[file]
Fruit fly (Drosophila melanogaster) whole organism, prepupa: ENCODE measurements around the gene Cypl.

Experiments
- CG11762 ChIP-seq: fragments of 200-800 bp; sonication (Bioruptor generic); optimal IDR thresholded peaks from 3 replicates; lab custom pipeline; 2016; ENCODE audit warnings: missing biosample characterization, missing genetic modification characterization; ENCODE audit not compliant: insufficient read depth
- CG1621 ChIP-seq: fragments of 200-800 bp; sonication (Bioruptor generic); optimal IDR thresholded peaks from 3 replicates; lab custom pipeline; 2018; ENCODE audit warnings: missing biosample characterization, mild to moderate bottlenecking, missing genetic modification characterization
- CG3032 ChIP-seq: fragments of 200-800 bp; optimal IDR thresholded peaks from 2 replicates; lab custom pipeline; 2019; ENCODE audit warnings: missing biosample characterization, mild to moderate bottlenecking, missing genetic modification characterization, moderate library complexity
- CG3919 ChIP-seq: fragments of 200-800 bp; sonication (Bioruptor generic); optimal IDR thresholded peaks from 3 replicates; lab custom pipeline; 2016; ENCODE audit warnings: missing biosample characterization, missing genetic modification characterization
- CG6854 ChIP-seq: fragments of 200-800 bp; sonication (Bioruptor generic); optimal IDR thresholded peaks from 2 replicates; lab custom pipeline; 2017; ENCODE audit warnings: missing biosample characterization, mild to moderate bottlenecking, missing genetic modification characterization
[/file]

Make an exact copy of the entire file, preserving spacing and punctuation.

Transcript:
Fruit fly (Drosophila melanogaster) whole organism, prepupa: ENCODE measurements around the gene Cypl.

Experiments
- CG11762 ChIP-seq: fragments of 200-800 bp; sonication (Bioruptor generic); optimal IDR thresholded peaks from 3 replicates; lab custom pipeline; 2016; ENCODE audit warnings: missing biosample characterization, missing genetic modification characterization; ENCODE audit not compliant: insufficient read depth
- CG1621 ChIP-seq: fragments of 200-800 bp; sonication (Bioruptor generic); optimal IDR thresholded peaks from 3 replicates; lab custom pipeline; 2018; ENCODE audit warnings: missing biosample characterization, mild to moderate bottlenecking, missing genetic modification characterization
- CG3032 ChIP-seq: fragments of 200-800 bp; optimal IDR thresholded peaks from 2 replicates; lab custom pipeline; 2019; ENCODE audit warnings: missing biosample characterization, mild to moderate bottlenecking, missing genetic modification characterization, moderate library complexity
- CG3919 ChIP-seq: fragments of 200-800 bp; sonication (Bioruptor generic); optimal IDR thresholded peaks from 3 replicates; lab custom pipeline; 2016; ENCODE audit warnings: missing biosample characterization, missing genetic modification characterization
- CG6854 ChIP-seq: fragments of 200-800 bp; sonication (Bioruptor generic); optimal IDR thresholded peaks from 2 replicates; lab custom pipeline; 2017; ENCODE audit warnings: missing biosample characterization, mild to moderate bottlenecking, missing genetic modification characterization